Michael Dregni has written an exhaustive history of what he terms ‘gypsy jazz’ from its origins in the early 20th century in the bals de musette, focusing mostly on Django Reinhardt and his contemporaries and descendants.
Although I’ve listened to Reinhardt’s music most of my life I knew little about him before reading this book - and it turns out that the readily available recordings only scratch the surface of Reinhardt’s work.
As many Romani (‘gypsy’) musicians do, Django started playing when he was very young. He started on the banjo, moved on to an odd instrument called the ‘banjo-guitar’ - basically a guitar with the steel sound board of a banjo, and finally to the guitar. When he was 19 his caravan caught fire, nearly killing him, and leaving him without the use of 2 fingers on his left hand. He re-taught himself to play using only the 2 remaining fingers and thumb.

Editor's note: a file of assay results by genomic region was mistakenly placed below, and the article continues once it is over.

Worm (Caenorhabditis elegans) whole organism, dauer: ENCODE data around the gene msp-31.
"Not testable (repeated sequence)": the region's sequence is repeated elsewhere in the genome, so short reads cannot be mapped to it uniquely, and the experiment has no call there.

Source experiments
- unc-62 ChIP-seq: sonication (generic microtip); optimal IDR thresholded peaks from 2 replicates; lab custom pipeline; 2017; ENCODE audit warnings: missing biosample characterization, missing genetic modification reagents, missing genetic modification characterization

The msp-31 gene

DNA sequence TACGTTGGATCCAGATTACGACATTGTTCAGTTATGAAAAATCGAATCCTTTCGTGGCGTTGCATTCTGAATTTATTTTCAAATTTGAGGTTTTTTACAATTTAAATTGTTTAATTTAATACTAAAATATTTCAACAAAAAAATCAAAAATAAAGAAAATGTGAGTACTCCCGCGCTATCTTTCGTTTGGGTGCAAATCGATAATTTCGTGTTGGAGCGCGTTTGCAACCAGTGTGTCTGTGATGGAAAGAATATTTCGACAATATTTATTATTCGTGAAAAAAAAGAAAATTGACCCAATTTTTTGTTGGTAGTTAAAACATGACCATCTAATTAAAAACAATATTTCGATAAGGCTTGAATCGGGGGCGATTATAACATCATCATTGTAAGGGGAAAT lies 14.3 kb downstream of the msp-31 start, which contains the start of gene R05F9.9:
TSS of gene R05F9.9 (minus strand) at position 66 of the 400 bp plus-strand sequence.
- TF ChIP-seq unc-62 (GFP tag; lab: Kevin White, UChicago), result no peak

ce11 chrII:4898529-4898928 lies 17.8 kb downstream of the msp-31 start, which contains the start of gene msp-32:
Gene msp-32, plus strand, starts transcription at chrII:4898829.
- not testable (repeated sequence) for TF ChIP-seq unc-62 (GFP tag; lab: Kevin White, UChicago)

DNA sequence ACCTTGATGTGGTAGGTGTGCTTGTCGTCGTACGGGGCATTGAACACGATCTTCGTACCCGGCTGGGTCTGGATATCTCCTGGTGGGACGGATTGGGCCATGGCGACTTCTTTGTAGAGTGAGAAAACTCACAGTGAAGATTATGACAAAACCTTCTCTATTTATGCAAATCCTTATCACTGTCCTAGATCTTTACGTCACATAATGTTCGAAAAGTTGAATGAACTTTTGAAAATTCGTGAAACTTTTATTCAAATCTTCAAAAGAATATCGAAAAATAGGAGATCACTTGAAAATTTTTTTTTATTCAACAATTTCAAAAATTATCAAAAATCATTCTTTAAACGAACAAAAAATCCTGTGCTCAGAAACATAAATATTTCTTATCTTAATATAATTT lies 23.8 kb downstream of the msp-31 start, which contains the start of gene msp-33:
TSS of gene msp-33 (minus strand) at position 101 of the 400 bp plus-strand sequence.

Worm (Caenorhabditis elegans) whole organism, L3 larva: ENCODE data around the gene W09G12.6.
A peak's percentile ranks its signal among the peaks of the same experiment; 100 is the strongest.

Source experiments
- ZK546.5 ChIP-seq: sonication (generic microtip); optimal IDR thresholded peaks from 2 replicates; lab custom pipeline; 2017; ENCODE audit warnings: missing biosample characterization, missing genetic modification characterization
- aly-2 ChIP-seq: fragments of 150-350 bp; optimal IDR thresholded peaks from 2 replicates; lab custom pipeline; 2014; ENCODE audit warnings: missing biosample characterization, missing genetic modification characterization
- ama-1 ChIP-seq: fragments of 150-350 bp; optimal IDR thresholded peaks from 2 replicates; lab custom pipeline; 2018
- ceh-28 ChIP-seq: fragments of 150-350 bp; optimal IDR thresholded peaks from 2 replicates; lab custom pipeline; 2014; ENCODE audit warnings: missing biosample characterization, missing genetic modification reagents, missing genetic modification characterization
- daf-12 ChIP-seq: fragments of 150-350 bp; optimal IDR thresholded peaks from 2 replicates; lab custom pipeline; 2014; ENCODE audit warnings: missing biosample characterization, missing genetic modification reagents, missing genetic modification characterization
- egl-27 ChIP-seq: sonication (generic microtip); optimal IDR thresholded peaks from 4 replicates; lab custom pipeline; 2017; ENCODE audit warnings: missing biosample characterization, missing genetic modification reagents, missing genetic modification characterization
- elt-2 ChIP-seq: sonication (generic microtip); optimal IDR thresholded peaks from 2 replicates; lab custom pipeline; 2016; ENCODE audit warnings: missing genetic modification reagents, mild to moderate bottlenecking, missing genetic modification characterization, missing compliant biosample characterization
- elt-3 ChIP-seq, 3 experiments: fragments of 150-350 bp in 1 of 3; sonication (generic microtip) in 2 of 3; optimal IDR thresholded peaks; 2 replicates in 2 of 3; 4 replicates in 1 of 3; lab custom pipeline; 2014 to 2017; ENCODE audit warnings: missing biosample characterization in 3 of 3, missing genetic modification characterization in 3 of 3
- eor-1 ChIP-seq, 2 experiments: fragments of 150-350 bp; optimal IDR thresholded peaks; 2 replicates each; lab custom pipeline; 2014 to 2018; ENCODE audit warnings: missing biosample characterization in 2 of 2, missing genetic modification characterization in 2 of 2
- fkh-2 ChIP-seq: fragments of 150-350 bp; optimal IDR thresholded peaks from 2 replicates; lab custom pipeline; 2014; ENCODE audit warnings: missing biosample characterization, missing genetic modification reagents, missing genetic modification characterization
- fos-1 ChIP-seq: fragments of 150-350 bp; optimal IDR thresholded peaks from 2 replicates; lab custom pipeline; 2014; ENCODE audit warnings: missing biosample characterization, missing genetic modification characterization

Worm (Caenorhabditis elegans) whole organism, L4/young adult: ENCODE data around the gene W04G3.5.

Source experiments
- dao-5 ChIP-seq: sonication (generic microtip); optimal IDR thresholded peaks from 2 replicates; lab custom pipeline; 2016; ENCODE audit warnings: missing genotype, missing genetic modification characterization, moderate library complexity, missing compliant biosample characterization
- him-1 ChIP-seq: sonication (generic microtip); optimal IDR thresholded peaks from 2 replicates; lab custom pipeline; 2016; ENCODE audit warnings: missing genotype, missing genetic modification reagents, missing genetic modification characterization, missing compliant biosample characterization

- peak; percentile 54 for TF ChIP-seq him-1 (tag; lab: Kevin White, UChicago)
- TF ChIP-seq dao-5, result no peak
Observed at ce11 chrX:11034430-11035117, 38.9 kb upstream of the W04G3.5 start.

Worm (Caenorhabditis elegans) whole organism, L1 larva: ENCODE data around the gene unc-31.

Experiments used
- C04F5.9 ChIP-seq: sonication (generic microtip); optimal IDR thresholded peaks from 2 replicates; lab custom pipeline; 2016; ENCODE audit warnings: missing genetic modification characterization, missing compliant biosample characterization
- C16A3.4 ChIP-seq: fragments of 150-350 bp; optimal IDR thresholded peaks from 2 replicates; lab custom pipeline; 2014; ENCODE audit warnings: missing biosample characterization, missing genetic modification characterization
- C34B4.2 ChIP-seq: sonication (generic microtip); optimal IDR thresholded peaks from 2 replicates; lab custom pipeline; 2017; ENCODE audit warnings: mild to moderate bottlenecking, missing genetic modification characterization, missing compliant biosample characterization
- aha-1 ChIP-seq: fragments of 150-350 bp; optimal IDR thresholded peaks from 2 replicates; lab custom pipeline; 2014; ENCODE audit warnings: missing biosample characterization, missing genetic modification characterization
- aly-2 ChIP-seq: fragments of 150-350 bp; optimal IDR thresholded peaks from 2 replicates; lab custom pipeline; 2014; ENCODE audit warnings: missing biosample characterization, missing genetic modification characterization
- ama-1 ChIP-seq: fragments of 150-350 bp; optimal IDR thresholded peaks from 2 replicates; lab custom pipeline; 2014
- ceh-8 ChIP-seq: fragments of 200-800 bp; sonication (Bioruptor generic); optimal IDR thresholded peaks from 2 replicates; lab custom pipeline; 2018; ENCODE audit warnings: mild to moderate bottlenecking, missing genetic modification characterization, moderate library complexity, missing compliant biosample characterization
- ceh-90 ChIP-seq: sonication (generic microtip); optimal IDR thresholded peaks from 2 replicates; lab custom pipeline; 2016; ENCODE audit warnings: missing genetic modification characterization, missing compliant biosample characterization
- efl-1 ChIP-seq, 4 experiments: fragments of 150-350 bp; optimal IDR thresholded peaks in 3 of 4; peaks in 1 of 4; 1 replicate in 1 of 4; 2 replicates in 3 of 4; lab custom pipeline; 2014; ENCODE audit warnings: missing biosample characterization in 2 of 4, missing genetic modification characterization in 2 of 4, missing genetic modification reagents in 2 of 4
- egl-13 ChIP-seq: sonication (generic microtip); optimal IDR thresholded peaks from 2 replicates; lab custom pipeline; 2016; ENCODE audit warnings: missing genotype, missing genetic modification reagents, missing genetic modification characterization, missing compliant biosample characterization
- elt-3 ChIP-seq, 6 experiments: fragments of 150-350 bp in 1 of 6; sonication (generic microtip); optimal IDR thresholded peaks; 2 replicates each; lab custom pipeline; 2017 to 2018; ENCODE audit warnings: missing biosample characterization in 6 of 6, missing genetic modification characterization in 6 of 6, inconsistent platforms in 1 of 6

Dregni has unearthed many rare recordings, and tracked down many of Django’s contemporaries. He follows the evolution of gypsy jazz down to the present day, including some Romani hip-hop musicians.
This is probably way more information than the casual listener wants to know, but an informative and engaging read nonetheless.